How Will Foreclosure Effect Credit Scores?

The amount of damage to a credit score caused by foreclosure, deed in lieu or a short sale during 2008 and 2009 may be mitigated by the slower economic times, say some credit and legal experts.

FICO may have to adjust its credit scores to lessen the impact of a foreclosure in the last two years, says Todd J. Zywicki, a professor of law at George Mason University.

”It just seems obvious that a foreclosure in 2008 or 2009 doesn’t have as much information value as a foreclosure five years ago,” he says. ”To the extent that foreclosure doesn’t predict future behavior as much as it did in the past, you’d expect that the FICO algorithm would change to adjust for that.”

One of the country’s largest credit unions Golden 1 has already figured out a way to lend to people with a foreclosure on their record by offering a mortgage repair loan specifically for those who have lost a home to foreclosure and who want to buy a new one.

BECU, another large credit union based in Washington State, is about to present a program to fellow lenders, ”How to Lend to the Newly Credit Impaired.”

Source: The New York Times, Ron Lieber (03/14/2009)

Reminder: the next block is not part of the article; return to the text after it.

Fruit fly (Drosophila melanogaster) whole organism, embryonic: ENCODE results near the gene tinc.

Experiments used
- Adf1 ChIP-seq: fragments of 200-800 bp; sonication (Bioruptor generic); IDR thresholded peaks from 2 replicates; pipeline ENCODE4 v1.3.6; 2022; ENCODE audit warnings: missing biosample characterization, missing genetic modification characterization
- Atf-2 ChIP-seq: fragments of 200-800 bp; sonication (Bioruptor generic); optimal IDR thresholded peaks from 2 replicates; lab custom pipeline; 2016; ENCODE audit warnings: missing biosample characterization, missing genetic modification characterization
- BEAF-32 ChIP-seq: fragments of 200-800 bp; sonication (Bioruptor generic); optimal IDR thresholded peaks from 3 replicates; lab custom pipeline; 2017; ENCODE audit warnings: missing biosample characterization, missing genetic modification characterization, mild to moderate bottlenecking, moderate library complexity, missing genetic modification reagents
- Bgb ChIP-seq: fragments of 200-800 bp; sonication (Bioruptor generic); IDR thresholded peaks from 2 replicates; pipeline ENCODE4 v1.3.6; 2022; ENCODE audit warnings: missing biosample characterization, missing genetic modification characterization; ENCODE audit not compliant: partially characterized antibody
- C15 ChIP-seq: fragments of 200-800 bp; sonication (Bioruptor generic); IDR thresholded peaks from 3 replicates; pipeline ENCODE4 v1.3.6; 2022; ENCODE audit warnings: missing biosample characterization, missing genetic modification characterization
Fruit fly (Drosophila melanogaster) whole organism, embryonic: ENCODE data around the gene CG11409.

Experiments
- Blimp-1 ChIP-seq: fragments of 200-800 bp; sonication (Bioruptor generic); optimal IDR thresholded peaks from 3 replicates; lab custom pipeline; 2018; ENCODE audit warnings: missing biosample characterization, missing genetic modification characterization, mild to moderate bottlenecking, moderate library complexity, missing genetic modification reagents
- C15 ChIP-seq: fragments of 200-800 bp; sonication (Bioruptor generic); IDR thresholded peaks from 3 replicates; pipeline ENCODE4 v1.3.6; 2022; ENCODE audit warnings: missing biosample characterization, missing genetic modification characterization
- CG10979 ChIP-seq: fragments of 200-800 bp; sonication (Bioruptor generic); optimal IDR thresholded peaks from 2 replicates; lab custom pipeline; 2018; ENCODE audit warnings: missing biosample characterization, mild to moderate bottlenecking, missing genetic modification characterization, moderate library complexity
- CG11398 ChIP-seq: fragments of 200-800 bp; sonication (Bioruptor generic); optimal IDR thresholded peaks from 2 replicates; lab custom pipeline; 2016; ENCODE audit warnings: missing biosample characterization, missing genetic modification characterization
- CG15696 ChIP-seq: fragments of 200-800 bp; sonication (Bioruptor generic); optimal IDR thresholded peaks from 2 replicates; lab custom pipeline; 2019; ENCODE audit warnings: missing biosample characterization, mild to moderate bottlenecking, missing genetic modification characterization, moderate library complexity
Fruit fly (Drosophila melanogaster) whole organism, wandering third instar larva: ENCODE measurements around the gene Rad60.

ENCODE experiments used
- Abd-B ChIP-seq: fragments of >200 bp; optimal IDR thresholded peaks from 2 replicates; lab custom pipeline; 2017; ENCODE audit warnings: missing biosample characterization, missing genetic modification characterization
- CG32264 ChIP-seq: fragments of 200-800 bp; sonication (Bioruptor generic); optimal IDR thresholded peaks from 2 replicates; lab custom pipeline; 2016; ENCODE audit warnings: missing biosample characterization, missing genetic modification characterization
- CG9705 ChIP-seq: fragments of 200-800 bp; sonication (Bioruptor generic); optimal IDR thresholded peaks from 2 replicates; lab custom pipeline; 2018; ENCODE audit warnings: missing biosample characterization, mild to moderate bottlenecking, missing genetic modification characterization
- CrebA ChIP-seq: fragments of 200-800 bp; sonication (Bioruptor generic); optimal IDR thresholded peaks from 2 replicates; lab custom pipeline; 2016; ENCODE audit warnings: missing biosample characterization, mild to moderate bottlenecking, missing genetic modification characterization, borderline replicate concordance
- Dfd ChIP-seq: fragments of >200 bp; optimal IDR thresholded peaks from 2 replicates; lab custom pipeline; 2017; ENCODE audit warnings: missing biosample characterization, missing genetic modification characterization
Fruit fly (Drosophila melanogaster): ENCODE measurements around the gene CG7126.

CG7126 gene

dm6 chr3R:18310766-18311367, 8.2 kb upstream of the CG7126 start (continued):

FICO Scoring System Gets Redesign

Fair Isaac Corp., the company that devised the ubiquitous FICO credit scores, announced this week that it plans to roll out a suite of tools designed to predict future default risk.

Fair Isaac says the new products will predict how lenders can offer even more debt to consumers without taking on undue risk.

The update revamps the old credit-scoring formula so that it penalizes consumers with a high debt load more than the earlier version. FICO 08 should increase predictive strength by 5 to 15 percent, according to Fair Isaac’s vice president of scoring, Tom Quinn.

FICO 08 is also expected to do a better job of determining which consumers with past defaults are “more on the road to recovery and should have more of a higher score,” Quinn says.

The new index can look at three consumers with a 700 FICO score and determine which of the three could take on additional debt without defaulting, according to the company.

Source: Star-Tribune, Kara McGuire (01/22/08)